Sami parliament braces for budget cuts in Finland

Sajos, the Sami cultural centre in Inari, Finland and home to the Sami Parliament in Finland.(Eilís Quinn/Eye on the Arctic)

The Sami Parliament in Finland is bracing for budget cuts as Helsinki seeks to reduce spending by 9 billion euros during its mandate.

“We are very concerned about how we will be able to perform our statutory duties next year,” Pirita Näkkäläjärvi, president of the Sami Parliament, said in a statement this week.

“The cuts will inevitably also have an impact on the language and cultural work of the Sámi assemblies. The sufferers are especially Sámi children, youth, and the next generations.”

National debt reduction measures

The government of Prime Minister Petteri Orpo announced the cuts in April, describing them as “difficult but necessary” to bring down debt.

At the end of 2023, Finland’s state debt was 156 billion euros, up from 54 billion euros in 2008, reported Yle News.

The education and health care sectors are also part of the budget reductions.

“We are starting to think about how much adaptation measures we are ready for without jeopardizing the Sámi Parliament’s ability to carry out its statutory duties and the realization of the rights belonging to the Sámi as an indigenous people,” Pirita Näkkäläjärvi, President of the Sámi Parliament in Finland, said. (Ville-Riiko Fofonoff / Sámediggi | Saamelaiskäräjät)

The Sami Parliament’s funding comes from a variety of sources, including the Department of Justice, Ministry of Education and Culture, and the Ministry of Social Affairs and Health, and the Board of Education.

The Sami Parliament’s budget is currently approximately 10 million euros.

“We haven’t been told the exact amount yet [to be cut],” Näkkäläjärvi said.

“It is known, however, that the cut to the funding coming through the Ministry of Justice is very significant.”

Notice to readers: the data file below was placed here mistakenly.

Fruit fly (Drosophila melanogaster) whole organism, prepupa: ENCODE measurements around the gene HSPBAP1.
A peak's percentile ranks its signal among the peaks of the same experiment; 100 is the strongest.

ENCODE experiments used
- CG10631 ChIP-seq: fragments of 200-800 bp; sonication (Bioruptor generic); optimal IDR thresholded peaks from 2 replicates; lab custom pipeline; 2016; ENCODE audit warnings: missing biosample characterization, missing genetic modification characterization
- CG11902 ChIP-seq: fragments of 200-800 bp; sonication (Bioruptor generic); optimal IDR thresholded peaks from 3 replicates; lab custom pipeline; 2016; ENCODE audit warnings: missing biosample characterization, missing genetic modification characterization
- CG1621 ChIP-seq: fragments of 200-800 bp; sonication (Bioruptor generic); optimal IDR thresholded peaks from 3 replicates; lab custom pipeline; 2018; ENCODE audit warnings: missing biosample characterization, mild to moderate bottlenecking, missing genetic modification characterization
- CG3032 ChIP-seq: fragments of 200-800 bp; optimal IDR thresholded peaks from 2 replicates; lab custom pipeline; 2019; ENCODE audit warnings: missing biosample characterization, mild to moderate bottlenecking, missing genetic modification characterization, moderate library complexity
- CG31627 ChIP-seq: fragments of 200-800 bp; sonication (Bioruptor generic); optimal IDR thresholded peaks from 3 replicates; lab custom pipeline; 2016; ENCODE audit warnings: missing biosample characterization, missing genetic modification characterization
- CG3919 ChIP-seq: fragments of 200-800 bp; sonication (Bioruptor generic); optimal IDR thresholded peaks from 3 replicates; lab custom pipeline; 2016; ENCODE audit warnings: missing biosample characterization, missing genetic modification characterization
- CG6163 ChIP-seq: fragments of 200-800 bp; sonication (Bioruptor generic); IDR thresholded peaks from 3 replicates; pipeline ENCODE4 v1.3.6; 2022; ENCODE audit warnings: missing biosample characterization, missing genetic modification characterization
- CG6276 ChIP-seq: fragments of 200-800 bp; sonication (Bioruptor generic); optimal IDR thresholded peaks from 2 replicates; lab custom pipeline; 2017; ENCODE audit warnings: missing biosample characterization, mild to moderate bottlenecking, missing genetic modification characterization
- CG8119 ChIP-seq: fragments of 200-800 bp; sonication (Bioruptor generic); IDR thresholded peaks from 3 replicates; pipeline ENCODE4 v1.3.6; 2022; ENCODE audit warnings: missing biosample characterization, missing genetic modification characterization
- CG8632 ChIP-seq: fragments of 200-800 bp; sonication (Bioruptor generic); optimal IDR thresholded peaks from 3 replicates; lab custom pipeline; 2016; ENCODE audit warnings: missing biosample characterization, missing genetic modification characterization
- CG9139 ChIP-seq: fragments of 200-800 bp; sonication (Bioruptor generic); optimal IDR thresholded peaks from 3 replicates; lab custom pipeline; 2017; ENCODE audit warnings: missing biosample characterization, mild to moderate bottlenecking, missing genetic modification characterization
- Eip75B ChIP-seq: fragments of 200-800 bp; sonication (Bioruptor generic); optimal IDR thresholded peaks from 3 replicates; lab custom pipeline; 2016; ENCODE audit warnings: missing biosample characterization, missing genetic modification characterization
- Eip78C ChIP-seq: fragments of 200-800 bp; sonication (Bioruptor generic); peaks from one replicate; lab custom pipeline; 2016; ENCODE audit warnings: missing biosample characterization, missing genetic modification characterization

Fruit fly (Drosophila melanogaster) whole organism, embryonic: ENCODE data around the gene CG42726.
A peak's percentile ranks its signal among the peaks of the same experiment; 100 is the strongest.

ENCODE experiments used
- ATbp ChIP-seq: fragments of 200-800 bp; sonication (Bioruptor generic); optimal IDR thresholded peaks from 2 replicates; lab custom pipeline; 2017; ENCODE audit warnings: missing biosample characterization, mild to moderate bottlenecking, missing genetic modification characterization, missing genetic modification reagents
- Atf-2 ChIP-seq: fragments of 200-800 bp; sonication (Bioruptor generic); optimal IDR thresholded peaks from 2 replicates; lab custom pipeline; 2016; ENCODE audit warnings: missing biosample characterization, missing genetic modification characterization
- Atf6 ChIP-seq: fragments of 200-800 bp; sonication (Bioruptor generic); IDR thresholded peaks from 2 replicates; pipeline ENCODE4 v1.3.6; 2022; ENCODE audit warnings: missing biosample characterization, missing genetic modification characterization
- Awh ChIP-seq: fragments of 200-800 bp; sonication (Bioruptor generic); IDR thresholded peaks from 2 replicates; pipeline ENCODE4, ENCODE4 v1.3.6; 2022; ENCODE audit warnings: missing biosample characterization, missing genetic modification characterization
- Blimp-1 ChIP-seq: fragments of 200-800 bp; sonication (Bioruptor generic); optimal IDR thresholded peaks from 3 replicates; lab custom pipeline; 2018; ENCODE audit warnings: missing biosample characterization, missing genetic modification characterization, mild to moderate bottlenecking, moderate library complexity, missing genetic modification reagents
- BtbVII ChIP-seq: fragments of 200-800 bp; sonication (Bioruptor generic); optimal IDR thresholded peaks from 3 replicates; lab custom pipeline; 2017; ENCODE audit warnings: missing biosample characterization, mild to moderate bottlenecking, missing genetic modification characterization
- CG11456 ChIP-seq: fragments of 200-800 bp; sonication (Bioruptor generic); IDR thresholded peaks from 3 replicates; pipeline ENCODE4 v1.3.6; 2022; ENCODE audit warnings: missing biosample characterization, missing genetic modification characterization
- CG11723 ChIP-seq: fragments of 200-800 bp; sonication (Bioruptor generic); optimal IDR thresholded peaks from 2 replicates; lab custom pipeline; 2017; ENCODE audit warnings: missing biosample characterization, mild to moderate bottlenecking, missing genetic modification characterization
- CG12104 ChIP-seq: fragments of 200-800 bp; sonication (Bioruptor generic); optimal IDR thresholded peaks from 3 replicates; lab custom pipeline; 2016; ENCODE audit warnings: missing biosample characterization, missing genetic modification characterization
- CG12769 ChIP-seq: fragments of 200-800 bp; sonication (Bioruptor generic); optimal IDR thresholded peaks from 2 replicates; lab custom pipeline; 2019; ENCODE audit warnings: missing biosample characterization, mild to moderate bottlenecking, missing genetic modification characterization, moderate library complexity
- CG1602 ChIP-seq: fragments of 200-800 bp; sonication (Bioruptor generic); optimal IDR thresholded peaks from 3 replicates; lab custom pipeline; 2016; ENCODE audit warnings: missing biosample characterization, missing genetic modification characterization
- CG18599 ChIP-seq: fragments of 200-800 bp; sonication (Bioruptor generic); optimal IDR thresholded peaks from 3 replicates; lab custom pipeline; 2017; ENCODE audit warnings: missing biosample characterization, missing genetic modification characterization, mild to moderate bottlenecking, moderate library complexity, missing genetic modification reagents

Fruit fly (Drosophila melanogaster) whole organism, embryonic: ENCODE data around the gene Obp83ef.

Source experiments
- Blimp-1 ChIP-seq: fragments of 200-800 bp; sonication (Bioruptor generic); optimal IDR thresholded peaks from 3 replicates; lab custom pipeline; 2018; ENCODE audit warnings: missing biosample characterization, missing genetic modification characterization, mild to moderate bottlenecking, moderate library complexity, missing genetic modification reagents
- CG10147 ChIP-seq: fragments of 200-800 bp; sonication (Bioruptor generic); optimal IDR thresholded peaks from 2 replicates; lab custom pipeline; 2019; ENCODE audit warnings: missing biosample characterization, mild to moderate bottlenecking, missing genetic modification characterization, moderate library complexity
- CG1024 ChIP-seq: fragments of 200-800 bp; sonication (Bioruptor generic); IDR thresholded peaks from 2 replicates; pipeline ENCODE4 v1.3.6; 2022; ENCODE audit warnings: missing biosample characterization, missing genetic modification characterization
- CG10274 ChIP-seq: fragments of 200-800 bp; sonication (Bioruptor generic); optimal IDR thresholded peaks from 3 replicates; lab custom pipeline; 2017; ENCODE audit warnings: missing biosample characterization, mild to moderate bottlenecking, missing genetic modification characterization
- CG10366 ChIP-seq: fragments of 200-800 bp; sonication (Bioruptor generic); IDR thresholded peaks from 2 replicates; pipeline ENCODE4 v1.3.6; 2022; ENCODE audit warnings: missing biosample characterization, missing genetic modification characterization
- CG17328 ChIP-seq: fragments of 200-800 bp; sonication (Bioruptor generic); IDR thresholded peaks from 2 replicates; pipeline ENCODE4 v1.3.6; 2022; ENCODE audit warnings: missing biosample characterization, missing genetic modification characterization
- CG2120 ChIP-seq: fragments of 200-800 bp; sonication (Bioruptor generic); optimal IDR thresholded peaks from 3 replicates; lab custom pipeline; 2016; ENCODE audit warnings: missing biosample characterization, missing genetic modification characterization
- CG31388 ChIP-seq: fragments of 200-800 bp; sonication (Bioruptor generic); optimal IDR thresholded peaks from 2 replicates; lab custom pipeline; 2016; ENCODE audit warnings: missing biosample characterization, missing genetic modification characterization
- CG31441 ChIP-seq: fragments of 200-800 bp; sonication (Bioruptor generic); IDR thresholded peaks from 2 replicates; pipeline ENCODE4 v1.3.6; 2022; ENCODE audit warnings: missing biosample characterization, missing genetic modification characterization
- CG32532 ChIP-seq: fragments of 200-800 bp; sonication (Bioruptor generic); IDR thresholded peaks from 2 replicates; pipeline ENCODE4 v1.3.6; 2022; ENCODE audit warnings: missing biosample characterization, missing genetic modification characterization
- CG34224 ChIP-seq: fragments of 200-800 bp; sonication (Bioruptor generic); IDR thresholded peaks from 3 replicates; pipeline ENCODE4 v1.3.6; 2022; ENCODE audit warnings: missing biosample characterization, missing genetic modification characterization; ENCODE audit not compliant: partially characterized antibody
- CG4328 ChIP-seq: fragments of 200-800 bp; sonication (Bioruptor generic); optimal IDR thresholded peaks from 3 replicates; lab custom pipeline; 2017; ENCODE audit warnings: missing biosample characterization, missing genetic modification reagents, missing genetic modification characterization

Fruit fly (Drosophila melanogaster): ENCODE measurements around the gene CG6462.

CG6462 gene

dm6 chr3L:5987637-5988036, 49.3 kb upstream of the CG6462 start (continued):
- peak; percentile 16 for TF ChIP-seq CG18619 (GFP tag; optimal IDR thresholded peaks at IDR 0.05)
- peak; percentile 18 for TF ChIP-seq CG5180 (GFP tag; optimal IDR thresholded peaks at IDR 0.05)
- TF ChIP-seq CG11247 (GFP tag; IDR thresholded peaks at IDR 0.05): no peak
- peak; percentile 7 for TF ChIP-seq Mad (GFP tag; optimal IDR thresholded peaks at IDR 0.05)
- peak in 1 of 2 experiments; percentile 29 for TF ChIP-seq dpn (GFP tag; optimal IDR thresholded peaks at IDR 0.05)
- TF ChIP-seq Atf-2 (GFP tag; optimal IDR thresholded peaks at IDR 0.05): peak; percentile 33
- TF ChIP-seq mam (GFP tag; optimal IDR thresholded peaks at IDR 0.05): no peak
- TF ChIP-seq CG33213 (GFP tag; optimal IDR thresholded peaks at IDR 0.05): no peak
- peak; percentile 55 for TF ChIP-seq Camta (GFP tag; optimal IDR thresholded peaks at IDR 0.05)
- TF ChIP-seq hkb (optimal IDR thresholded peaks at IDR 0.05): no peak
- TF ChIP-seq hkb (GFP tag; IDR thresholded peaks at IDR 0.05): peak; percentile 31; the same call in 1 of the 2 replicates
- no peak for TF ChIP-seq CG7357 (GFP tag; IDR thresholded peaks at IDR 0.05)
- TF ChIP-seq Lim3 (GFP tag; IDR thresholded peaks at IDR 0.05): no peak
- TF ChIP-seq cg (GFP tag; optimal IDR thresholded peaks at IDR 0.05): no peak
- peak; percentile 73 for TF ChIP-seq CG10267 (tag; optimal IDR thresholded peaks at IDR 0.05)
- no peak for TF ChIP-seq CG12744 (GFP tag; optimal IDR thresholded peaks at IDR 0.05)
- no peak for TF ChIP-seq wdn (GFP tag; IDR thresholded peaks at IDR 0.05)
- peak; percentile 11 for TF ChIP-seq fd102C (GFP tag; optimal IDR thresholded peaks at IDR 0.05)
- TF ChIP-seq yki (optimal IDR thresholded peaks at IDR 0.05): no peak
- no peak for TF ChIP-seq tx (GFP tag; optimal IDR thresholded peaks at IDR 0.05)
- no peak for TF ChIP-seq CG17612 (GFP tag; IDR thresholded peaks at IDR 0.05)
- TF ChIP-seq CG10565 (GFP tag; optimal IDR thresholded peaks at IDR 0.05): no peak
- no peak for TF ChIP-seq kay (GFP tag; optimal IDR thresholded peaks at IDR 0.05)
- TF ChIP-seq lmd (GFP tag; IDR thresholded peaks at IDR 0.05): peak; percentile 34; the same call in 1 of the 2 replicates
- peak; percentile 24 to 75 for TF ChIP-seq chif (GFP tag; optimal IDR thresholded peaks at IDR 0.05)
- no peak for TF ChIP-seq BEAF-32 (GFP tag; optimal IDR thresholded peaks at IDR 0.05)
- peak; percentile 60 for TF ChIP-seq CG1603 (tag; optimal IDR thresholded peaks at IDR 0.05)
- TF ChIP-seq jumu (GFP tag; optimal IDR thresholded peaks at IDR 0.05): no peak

Cuts come at same time Sami regions increasingly come under pressure

The Sami Parliament in Finland is not a law-making body but defends Sami interests and plays a significant role in areas such as language, education, and culture.

Sami leaders have long warned that as climate change and commercial interest in Lapland grow in sectors ranging from industry to tourism, the parliament’s limited budget and small staff make it increasingly challenging to protect their lands and respond effectively to new developments.

“There are many processes in which the contribution of Sámi assemblies is needed,” Näkkäläjärvi said.

“Cutting resources would slow down and make it more difficult to go through these processes, which is certainly not appropriate. On the contrary, it should be ensured that the processes related to the use of land and water in particular are smooth and that the Sami Parliament can negotiate issues to ensure the rights of the Sámi.”

The Sami Parliament said as it waits for more precise figures, it is reviewing operations and considering adaptation measures.

Comments, tips or story ideas? Contact Eilís at eilis.quinn(at)

Related stories from around the North:

Canada: Isolated and expensive, the N.W.T.’s Sahtu riding feels squeeze of climate change, CBC News

Finland: Sámi knowledge helps developing climate policies, The Independent Barents Observer

Greenland: Canada and Greenland sign letter of intent on marine conservation area in Arctic, Eye on the Arctic

RussiaOral histories unlock impact of climate change on nomadic life in Arctic Russia, says study, Eye on the Arctic

United States: Alaska senators seek 5-year Buy America waiver for Indigenous communities, Eye on the Arctic

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